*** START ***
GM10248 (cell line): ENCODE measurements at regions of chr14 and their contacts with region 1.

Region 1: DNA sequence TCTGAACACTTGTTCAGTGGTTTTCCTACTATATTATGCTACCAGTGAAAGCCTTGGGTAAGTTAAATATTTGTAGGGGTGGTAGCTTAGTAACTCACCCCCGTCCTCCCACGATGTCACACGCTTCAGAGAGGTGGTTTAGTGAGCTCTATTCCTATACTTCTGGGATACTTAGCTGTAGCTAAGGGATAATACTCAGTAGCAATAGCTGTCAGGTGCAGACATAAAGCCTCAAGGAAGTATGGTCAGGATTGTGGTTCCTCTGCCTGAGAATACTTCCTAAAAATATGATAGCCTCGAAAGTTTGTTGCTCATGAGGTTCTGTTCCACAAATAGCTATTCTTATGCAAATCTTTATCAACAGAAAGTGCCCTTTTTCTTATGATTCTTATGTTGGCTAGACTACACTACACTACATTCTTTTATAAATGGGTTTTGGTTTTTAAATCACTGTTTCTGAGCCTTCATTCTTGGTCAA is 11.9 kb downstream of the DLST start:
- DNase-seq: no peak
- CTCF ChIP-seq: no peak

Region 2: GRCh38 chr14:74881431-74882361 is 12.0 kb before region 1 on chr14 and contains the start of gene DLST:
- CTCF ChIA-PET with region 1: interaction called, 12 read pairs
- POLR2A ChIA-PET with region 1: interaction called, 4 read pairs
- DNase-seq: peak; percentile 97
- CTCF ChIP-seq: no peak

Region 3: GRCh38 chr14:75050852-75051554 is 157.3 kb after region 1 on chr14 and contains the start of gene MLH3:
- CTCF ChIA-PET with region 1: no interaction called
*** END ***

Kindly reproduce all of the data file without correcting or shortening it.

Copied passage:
GM10248 (cell line): ENCODE measurements at regions of chr14 and their contacts with region 1.

Region 1: DNA sequence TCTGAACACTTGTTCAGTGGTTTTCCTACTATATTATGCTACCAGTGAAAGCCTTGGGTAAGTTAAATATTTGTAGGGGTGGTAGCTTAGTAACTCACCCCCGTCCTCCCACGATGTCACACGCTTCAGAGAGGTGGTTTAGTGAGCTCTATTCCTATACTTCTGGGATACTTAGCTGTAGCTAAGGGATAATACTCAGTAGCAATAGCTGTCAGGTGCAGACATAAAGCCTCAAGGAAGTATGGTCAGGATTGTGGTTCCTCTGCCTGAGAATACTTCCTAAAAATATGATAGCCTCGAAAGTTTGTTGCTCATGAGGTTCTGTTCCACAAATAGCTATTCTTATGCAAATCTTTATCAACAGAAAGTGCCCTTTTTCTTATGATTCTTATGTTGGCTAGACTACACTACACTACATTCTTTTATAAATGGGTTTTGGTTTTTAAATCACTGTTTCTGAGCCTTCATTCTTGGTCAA is 11.9 kb downstream of the DLST start:
- DNase-seq: no peak
- CTCF ChIP-seq: no peak

Region 2: GRCh38 chr14:74881431-74882361 is 12.0 kb before region 1 on chr14 and contains the start of gene DLST:
- CTCF ChIA-PET with region 1: interaction called, 12 read pairs
- POLR2A ChIA-PET with region 1: interaction called, 4 read pairs
- DNase-seq: peak; percentile 97
- CTCF ChIP-seq: no peak

Region 3: GRCh38 chr14:75050852-75051554 is 157.3 kb after region 1 on chr14 and contains the start of gene MLH3:
- CTCF ChIA-PET with region 1: no interaction called